LaTina: That’s funny because I had my daughter when I was 23 years old. I was right in the middle of discovering who I was as an artist. I had just begun writing songs on my guitar, finding my own sound. And when I [discovered] that I was expecting I initially was afraid and a bit apprehensive about raising a child at that time. I thought to myself, for a moment, I can’t do this, I’m 23 years old. In my head, the order of operations was to go as so: career, marriage, kids. … once I decided in my mind that I could raise a child and raise a career, there was no stopping me. There was no doubt in my mind ever again. While in the beginning stages of creating my career… I had a child and later got married to my now husband of 10.8 years who has been there all along since my daughter came into the picture. That’s the way we count it. Eight years married but prior to our marriage, we were together for 10. But the total of those two numbers sums up our time together. I’ve always had a very optimistic approach to life and circumstances. I like to do my best and make an honest effort. Love worked out for me as oddly as I never imagined.
MM: Do you think being married with children is any better than unmarried?
LaTina: No difference. I’d like to think from a parent’s point of view as long as the parents are communicating and are loving and supportive, even while not being together, that child has all the beautiful opportunity to thrive. There is no set formula. This is a new day — new millennial times.
MM: What advice would you give other women about balancing motherhood and a career?
LaTina: Not sure what the perfect situation is, and quite honestly I don’t believe there is, but I would just do the best you can for your child and don’t forget to love yourself along the way. Learn to love and nurture yourself as much as you love and nurture your child. You need this to balance motherhood and a career. And don’t be too proud to ask for help. No man’s an island. You can’t do it all by yourself! You need a support team for balance.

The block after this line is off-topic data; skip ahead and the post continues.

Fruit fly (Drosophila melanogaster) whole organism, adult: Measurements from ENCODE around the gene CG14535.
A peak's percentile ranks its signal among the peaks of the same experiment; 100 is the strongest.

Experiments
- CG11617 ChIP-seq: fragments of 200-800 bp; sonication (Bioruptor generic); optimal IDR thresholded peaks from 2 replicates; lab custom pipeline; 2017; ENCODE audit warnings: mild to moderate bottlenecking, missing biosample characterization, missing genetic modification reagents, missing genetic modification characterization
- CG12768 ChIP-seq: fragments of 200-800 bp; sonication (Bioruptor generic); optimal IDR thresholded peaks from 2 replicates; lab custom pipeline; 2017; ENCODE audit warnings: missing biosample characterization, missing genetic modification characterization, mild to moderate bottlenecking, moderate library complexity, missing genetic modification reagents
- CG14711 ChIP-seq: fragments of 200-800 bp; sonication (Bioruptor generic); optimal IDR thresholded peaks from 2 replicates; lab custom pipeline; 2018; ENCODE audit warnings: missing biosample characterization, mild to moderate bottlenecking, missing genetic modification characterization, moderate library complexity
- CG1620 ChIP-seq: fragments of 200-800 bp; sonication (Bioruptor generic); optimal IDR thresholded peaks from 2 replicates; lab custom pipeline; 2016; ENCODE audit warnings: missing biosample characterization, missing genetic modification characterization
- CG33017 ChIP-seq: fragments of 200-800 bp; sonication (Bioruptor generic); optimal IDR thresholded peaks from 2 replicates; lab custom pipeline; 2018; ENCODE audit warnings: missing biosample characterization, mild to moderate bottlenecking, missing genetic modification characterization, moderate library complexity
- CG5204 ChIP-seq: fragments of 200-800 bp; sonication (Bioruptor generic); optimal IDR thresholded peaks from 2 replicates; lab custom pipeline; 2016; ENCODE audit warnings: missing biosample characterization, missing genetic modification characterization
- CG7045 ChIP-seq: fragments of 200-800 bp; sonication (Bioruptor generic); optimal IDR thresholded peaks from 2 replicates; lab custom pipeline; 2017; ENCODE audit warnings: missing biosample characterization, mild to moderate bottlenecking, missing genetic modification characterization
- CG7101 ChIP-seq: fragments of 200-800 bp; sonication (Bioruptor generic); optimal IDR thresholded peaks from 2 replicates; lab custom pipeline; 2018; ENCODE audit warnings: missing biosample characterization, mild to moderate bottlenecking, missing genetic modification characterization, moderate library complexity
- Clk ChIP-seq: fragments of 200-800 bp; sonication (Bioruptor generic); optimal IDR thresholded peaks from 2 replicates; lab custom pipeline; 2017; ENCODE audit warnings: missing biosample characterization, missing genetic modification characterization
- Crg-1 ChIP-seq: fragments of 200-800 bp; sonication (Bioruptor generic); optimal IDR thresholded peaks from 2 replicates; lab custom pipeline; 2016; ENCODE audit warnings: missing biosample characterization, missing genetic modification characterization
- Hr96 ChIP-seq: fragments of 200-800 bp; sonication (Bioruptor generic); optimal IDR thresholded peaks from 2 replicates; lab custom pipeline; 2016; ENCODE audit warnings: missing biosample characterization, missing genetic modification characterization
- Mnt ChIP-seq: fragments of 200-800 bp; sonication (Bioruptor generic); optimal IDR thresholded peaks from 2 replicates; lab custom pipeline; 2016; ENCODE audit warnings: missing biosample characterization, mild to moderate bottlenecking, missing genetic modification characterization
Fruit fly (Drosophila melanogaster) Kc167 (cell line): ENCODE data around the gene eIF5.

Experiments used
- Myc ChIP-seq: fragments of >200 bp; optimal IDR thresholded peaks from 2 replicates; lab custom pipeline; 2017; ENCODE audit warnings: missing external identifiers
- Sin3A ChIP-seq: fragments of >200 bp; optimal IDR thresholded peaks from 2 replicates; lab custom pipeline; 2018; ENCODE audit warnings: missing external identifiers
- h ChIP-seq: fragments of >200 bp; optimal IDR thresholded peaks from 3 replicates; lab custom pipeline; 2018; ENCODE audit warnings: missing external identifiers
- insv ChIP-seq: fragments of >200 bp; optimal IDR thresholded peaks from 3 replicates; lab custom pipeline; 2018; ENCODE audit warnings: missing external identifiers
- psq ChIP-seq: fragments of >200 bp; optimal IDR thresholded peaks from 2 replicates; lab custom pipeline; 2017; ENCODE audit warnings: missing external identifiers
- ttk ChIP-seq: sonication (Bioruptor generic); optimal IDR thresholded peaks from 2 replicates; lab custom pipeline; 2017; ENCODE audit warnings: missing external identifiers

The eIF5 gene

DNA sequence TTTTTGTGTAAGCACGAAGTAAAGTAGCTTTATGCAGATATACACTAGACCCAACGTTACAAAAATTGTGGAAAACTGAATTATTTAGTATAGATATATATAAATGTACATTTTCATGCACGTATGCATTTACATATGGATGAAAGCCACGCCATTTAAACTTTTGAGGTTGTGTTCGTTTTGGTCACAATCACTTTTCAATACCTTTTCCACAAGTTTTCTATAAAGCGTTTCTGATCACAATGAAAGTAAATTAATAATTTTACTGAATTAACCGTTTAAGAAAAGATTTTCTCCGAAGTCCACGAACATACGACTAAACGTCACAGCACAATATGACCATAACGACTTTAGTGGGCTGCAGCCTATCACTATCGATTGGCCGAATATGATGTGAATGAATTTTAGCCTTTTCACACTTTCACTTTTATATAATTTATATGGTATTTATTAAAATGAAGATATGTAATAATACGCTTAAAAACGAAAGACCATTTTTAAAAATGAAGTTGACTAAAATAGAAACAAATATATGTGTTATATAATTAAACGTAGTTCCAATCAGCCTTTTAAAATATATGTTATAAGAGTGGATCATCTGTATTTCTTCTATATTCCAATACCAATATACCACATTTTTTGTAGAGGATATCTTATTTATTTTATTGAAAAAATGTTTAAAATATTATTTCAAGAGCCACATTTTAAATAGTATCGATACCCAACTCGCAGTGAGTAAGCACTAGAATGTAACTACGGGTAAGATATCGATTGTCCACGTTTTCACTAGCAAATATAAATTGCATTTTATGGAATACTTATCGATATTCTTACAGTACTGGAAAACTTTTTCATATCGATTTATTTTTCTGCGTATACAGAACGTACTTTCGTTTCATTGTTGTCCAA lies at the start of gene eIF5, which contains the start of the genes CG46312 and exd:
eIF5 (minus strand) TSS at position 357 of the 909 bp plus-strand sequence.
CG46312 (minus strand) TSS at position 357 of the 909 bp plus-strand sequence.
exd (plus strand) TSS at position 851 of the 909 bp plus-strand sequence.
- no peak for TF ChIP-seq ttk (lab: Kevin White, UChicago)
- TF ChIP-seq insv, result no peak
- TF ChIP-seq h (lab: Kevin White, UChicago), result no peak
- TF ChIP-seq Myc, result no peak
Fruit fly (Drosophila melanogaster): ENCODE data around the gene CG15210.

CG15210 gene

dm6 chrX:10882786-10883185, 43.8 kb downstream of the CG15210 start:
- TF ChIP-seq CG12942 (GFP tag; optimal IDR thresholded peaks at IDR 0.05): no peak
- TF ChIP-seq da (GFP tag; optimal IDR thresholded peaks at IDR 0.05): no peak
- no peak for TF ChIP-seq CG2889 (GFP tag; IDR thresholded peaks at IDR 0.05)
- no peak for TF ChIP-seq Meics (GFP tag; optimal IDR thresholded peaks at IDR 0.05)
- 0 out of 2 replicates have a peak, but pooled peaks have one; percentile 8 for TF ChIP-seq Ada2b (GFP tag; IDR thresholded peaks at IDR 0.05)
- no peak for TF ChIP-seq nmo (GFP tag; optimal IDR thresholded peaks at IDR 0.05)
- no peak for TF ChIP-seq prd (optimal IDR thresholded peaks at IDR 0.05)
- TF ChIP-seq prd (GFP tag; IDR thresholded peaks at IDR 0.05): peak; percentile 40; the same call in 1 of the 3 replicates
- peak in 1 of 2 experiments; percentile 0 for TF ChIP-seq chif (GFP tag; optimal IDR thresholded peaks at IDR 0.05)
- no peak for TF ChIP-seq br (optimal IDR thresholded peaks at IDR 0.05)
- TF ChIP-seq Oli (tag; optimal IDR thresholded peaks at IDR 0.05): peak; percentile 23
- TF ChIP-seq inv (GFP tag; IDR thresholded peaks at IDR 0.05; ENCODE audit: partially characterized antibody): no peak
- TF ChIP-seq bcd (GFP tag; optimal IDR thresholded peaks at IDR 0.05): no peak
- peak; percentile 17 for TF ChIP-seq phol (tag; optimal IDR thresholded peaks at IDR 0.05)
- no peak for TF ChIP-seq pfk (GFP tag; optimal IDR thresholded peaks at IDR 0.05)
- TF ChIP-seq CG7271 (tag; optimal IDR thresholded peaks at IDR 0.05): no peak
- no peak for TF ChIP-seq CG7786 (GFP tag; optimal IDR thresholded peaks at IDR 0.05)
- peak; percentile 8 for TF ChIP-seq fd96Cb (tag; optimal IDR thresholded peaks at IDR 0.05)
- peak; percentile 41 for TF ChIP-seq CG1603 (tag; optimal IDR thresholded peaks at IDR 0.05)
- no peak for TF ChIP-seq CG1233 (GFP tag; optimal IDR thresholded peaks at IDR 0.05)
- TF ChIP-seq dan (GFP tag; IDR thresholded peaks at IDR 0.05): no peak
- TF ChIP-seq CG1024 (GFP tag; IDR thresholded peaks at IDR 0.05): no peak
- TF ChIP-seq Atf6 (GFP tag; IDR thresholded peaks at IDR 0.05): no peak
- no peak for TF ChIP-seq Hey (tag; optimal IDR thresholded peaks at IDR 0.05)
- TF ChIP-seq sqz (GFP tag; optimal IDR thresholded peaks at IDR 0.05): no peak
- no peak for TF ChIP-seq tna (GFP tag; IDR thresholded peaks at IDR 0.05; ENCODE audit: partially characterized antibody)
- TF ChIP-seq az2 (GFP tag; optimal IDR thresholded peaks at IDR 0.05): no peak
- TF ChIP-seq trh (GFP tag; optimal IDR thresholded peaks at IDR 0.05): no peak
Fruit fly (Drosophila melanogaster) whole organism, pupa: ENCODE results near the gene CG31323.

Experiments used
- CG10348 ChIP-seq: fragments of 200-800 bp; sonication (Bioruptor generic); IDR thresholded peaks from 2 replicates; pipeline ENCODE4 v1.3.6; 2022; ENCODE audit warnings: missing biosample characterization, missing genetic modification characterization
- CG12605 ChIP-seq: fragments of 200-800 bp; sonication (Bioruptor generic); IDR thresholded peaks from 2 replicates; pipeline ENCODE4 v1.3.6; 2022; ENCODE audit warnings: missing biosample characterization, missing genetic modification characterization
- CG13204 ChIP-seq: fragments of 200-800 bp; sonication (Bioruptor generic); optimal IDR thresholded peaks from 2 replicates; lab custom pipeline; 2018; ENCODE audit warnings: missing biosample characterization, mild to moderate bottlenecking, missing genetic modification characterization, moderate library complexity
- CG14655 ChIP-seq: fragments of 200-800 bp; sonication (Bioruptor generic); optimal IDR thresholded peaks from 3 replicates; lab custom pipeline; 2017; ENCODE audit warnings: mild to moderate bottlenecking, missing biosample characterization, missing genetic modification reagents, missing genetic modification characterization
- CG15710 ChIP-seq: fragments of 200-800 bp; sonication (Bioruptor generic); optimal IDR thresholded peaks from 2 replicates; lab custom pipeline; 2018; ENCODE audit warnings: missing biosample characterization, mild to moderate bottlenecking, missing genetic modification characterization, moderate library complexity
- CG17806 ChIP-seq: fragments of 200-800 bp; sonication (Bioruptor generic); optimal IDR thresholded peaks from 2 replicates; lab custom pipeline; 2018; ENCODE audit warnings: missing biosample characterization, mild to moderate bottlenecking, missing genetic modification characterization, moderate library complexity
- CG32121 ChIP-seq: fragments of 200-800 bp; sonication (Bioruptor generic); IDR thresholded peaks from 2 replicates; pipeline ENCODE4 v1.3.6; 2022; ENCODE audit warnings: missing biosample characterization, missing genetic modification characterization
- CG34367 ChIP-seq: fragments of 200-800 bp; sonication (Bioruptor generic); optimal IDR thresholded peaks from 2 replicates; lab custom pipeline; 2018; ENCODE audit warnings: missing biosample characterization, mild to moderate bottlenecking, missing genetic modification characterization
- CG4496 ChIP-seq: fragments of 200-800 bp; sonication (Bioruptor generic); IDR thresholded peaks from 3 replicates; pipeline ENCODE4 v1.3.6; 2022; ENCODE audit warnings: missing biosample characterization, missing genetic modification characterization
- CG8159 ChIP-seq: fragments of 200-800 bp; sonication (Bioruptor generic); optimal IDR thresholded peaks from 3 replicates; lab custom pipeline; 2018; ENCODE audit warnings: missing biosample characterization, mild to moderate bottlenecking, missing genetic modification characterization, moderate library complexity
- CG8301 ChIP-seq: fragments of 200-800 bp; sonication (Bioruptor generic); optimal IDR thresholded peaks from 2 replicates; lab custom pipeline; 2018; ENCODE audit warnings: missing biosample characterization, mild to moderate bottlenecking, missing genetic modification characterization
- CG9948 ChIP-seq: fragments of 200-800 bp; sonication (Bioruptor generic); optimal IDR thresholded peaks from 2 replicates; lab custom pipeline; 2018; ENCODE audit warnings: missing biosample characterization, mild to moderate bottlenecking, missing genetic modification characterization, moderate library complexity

MM: What was your greatest discovery about being a mom?
LaTina: It’s [like the book] from Dr. Seuss (she chuckles), Oh, the Places You’ll Go! What a journey it has been so far. I have learned so much about myself, and again I have never experienced a love like this before. Just imagine loving someone so much that you would risk your life without question just to try and protect them. A mother’s love for their child is honestly one of the most beautiful of all loves. And until I became a parent, I was not completely aware of the level of love my mom has had for me all my life.
MM: What is the one thing you never had that you want for your daughter?
LaTina: I wanted her to have two loving parents. Just to know that both her parents love her and support her and are there for her through her journey in life.
MM: Any regrets or mistakes you learned from?
LaTina: Plenty, and I’m still learning every day. You do your best and learn from your mistakes along the way.
MM: Anyone special you’d like to thank for helping you through parenthood?
LaTina: My loving husband. He is also my friend. He supports me wholly, and I thank him and the consistently supportive, amazingly loving friends in my life. Thank you, guys. I love you.
MM: Anything else you would like our readers to know about motherhood?
LaTina: Don’t give up if it seems tough. Try and learn something new every day about yourself from your children. Let them think they’re leading the way, watch their backs… It’s their process of learning. And, always love them even through the roughest moments of parenting. Also, once a parent, always a parent. They will always call you mom and they will always be your babies. Even when you’re 105!
MM: Thanks for sitting with us girl, from one mother to another keep going!strong! You are definitely a Millennial Mom on a Mission.